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The Gamer Who Raised Me

Illustration for article titled The Gamer Who Raised Me

There are many factors that have made me into the person I am today, as is the case with any person on this planet. My personality has been partially formed by that chemical factor called 'depression' that I have discussed here many times but, as any good psychologist would tell me, there are also plenty of external elements that have played roles in my development as a human being.


I certainly didn't become a games journalist by accident. Like pretty much every other dude my age, I've long had an interest in video games. The reasons I have for preferring certain types of games over others, however, can be traced back to a specific origin: my dad. His influence is why I've almost always been primarily a PC gamer. He's also why I have such an intense fascination with storytelling in games that I've made that aspect of the medium my main editorial focus as a columnist and critic.

My dad, also named Phil, has been an engineer working for the US Army since he graduated college in the mid-'80s. He was, to put it bluntly, a nerd.


In his formative years, my father spent a lot of time at the arcade dropping quarter after quarter into games like Galaga and Tempest. But he married my mom when he was only a year into college, and by the time he was 22 my older sister and I had invaded his life. He didn't have time for the arcade but, being of a nerd type, he had a personal computer.

My dad knew how much he enjoyed playing video games when he was a kid, and he wanted to share those experiences with me.

By the earliest time in my life that I can still remember—some time in the early '90s—he had a PC with a 486 DX 100 CPU. He played a lot of old-style arcade-ish games on it. I would watch him play, and sometimes he would give me a turn. He told me recently that he knew how much he enjoyed playing video games when he was a kid, and he wanted to share those experiences with me.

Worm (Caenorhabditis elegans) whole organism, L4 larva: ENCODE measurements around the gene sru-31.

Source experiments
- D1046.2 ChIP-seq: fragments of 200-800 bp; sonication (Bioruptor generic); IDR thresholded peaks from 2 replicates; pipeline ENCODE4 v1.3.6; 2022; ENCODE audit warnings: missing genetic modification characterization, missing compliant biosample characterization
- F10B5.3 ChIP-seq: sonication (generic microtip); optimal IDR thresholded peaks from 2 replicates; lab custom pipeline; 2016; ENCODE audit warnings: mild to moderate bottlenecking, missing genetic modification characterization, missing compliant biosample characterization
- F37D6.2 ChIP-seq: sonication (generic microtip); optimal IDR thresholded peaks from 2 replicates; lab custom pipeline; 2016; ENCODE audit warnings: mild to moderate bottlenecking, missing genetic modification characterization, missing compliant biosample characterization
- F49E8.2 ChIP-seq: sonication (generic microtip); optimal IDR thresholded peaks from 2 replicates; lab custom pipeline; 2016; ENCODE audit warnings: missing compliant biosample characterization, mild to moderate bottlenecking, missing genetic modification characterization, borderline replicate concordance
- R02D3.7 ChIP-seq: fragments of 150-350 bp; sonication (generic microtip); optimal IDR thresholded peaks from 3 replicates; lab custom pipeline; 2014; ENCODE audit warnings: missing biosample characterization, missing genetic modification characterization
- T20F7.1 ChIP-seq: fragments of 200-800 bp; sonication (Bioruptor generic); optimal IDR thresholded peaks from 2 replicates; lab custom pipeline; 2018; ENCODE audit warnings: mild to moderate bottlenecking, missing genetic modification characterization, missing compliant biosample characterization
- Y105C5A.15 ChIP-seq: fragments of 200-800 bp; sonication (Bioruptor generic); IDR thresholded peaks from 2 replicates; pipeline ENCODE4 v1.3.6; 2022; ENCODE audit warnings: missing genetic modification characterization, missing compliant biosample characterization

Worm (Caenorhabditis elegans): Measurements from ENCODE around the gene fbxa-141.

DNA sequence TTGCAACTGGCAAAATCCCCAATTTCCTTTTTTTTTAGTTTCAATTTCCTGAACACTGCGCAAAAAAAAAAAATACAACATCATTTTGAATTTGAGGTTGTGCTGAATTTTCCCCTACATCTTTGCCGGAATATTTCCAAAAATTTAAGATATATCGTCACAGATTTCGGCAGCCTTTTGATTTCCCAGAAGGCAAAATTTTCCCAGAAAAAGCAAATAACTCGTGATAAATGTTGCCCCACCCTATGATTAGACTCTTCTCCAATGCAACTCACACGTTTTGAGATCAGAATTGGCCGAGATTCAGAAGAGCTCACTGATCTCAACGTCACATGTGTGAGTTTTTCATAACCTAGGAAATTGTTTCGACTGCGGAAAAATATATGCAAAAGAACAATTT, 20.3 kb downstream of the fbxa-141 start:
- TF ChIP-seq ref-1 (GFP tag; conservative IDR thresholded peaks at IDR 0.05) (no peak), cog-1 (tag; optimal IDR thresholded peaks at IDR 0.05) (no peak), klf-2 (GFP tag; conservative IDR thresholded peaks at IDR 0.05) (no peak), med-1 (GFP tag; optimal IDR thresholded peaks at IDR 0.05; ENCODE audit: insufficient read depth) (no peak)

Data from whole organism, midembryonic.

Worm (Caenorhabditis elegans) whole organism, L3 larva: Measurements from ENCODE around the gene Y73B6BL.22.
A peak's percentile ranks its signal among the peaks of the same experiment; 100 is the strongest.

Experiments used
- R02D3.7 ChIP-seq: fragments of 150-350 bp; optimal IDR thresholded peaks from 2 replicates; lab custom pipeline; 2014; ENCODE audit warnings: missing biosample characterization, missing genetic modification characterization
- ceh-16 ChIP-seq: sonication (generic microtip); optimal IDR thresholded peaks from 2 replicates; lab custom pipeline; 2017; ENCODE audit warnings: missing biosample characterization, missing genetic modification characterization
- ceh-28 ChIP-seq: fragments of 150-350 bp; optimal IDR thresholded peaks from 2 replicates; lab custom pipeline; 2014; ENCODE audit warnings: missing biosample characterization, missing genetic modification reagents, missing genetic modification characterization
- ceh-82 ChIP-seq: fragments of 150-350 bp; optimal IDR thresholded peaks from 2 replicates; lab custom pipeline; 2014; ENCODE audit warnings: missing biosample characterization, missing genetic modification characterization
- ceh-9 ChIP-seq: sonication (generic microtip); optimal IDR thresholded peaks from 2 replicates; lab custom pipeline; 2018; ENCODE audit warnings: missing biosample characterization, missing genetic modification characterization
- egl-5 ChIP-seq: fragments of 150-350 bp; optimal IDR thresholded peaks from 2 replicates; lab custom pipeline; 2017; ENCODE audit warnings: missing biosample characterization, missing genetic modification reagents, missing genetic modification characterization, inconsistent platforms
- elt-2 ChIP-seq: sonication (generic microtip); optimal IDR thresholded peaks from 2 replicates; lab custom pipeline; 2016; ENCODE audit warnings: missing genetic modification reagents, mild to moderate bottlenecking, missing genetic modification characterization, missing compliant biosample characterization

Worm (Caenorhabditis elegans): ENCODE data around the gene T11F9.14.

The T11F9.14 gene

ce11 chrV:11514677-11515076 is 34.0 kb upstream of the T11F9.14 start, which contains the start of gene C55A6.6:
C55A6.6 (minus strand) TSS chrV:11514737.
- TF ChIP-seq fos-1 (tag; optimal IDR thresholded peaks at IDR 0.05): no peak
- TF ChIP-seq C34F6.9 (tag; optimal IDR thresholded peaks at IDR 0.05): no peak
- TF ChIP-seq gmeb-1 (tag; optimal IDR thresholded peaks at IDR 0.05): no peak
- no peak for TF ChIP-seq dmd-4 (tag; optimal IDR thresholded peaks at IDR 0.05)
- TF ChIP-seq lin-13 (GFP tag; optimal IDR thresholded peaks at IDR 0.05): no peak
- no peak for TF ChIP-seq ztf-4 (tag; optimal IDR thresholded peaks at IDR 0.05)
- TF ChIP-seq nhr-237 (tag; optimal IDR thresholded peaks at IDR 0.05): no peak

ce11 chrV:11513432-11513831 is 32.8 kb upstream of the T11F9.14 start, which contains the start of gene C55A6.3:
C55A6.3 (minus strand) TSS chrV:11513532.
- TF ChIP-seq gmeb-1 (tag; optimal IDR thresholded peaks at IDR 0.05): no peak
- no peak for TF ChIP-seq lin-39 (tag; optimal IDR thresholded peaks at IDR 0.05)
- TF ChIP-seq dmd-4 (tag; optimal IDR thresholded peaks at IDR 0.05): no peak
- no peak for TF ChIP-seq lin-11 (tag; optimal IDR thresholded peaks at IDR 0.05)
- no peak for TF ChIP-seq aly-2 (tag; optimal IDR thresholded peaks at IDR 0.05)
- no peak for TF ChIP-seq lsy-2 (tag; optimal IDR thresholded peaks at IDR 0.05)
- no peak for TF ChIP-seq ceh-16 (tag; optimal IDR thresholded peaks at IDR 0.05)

My dad is therefore the reason why I was playing games on the computer, before we ever had a game console in our house. My earliest gaming memories are of Lemmings and the Home Alone 2 platformer and something called Brix, which I remember being my dad's poison. My dad encouraged me to become comfortable with a mouse and keyboard before I ever touched a gamepad.


Back during Christmas in 1996, my parents gifted me something that would greatly impact my destiny as a human being: LucasArts Archives vol II: The Star Wars Collection for the PC. They gave me a joystick to go with it. By this time we had a Super Nintendo. I spent a lot of time on it playing Donkey Kong and sports games. But this pack of PC games that I received included TIE Fighter, both Rebel Assault games and a three-level demo for Dark Forces. Those games scratched an itch I didn't know I had.

My dad tried to take turns playing Rebel Assault with me, but he found he couldn't keep up with action in those games. That didn't stop me from becoming what could charitably be called 'obsessed.' I already greatly enjoyed Star Wars—another way my dad influenced my taste in entertainment—but the idea of playing through stories set in that universe was unbelievably exciting to me. I consumed those titles with the same urgency that I approach a home-cooked meal. Before I knew it I was begging my dad to upgrade the family computer to something Pentium-powered with a 3D accelerator graphics chip. I needed to be able play more technically-demanding games like Dark Forces 2, Rogue Squadron and X-Wing Alliance.